9. (S//NF) Comment: The Secretary's visit was an essential and well-received step to rebuild the trust between DHS and the GOP that will be necessary to reach an eventual deal on API/PNR. GOP officials are clearly concerned about the political fallout if any deal to share API/PNR data became public. Malik was direct in expressing his need for model agreements or other legal frameworks to help allay concerns of a politically embarrassing court challenge to API/PNR data sharing and the potential issues with airlines of third countries. While this information will no doubt be helpful, Post strongly recommends further political-level bridge building before we can effectively engage at the technical level. On senior officials' broad requests for more assistance on border security, we caution that the openness we regularly see in high-level meetings is often not followed through at the institutional level. Post will work with DHS, State, and DoD (all of whom are already working on border security and training issues) to target DHS assistance clearly so as to complement our existing security and training programs. End Comment.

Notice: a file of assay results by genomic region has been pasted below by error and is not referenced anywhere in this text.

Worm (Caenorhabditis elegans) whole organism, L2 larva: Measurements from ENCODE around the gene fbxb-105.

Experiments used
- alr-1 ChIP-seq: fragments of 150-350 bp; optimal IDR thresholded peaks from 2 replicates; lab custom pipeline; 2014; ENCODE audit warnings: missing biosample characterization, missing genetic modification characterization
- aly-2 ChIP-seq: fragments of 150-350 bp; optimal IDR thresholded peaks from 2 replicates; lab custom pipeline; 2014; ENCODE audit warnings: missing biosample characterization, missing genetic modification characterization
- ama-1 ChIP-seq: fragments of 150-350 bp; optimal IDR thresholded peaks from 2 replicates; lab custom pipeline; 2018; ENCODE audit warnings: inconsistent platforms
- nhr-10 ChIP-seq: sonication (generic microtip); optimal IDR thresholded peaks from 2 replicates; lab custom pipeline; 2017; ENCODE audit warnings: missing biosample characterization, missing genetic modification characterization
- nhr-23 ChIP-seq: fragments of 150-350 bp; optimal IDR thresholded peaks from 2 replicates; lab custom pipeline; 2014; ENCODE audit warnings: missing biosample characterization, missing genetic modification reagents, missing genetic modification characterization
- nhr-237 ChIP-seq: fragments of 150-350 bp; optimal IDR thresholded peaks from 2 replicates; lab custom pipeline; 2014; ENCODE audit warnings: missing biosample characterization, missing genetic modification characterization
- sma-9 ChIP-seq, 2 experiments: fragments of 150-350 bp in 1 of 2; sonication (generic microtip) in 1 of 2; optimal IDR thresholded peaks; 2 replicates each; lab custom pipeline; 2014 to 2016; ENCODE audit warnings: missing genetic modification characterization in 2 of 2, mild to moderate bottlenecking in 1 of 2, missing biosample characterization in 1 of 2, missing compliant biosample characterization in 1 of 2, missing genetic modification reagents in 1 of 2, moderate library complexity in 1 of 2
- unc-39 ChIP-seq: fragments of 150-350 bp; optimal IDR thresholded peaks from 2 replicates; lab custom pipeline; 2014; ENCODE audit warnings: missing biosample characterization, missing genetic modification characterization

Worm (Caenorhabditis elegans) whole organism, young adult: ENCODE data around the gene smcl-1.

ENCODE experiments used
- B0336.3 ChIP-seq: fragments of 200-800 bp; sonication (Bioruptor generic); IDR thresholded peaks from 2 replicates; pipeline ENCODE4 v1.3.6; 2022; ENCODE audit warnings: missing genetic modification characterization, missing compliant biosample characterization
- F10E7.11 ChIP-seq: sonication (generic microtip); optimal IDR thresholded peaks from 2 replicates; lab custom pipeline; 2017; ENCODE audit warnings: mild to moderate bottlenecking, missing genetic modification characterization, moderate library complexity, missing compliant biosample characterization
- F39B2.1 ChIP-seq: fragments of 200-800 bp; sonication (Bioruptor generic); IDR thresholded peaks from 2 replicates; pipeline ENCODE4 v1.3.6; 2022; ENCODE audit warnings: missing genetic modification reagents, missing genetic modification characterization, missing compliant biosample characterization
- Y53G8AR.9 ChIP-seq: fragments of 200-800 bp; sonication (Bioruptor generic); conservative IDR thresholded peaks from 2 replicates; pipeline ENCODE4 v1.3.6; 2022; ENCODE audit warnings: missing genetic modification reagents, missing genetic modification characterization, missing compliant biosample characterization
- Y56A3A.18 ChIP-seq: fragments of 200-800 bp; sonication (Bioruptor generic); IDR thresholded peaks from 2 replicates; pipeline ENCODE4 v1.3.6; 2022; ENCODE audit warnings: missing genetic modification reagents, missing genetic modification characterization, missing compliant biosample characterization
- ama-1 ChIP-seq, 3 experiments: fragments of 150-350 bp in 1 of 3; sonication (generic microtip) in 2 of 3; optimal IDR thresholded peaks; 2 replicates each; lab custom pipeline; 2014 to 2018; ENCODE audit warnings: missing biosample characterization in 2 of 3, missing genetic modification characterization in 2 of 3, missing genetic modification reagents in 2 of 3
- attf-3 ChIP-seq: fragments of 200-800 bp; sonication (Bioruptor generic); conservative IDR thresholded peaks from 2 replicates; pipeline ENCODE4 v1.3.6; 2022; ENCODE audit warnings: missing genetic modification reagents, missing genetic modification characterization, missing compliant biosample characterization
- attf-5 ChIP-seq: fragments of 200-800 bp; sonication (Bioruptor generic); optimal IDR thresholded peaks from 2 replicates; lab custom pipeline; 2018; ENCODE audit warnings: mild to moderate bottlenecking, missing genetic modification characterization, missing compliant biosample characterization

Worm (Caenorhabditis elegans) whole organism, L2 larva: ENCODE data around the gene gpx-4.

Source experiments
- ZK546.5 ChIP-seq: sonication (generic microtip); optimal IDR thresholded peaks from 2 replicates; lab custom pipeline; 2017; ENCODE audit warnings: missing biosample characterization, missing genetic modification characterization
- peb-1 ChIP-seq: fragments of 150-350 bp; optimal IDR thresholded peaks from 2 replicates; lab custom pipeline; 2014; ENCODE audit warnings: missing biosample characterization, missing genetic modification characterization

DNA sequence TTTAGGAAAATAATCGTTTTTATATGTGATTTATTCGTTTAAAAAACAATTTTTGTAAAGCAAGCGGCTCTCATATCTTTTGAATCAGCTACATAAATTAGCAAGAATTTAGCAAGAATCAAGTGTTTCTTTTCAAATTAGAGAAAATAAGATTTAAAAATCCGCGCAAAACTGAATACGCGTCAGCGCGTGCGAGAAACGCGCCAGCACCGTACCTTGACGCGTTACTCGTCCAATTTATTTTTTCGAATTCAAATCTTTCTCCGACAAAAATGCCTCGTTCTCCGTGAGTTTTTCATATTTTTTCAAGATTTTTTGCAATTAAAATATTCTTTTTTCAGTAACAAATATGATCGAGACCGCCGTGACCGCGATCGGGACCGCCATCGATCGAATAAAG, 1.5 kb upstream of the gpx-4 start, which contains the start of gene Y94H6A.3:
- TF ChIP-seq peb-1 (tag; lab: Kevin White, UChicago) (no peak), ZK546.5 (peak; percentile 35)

10. (U) DHS U/S Rand Beers has cleared this message.